Rare Extensively Inscribed Bizen Pottery Jar Dated 1820
A Rare Extensively Inscribed Bizen Pottery Jar Dated 1820, Bizen Kilns, Japan. This jar would be very difficult to date with an degree of accuracy, if it weren’t for the extensive inscription which dates it to the second year of Busei (April 1818 through December 1830), giving a date of 1820. The inscription is full of precise information about when and where this jar was made, it even gives the names of the people and places involved. A translation of the inscription can be interpreted as : Bunsei 2nd. (1820). Minou (zodiac sign of the year), Tenryo (director of governance of the Tokugawa family). Kurashiki (place name. Kurashiki is now a city, on Japan’s Seto Inland Sea. It’s known for the centuries-old buildings and shops of the Bikan Historical Quarter.). Kadoya (probably merchant name). Aturae (customer it was made for). The back of the jar has a single inscribed character Tuchi, perhaps a kiln mark, makers name. Bizen pottery, which has a distinct reddish tone to the brown clay comes from Bizen Province in Japan, and was mostly made in the area around Imbe village. Bizen ware is still made today, its history can be dated back to the Kamakura period 1185–1333. It is one of the Six Ancient Kilns of Japan, a title first used by the scholar Koyama Fujio.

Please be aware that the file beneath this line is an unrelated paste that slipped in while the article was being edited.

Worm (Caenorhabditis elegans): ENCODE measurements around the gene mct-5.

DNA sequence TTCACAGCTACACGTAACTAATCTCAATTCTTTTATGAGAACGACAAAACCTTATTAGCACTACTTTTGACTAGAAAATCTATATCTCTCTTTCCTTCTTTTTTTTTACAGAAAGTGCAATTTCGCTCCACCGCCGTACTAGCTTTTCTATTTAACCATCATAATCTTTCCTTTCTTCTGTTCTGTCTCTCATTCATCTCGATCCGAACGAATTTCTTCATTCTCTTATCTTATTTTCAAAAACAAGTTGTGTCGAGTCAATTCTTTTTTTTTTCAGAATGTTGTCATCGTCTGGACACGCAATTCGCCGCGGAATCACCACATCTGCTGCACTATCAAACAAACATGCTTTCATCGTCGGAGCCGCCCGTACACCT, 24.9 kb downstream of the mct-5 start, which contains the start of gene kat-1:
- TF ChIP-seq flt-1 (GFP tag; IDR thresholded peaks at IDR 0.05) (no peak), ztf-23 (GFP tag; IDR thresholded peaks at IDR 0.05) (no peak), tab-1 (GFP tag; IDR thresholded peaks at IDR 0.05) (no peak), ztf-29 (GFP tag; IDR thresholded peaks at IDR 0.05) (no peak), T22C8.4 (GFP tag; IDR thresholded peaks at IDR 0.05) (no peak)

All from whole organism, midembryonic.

See below for more photographs and references.
- No damage.
- Height 25.2 cm (10 inches).
- From The Ulrich Vollmer Collection of Japanese Pottery and related objects.
- Stock number
- We have had several pieces from this collection, some (but not this jar, as it is too late) were included in the catalogue : Momoyama-Keramik Und Ihr Einfluss Auf Die Gegenwart (Various authors, Gurdrun-Esters for the Keramion Foundation, Frechen, Germany, 2011. ISBN 978-3-94005-6-8.)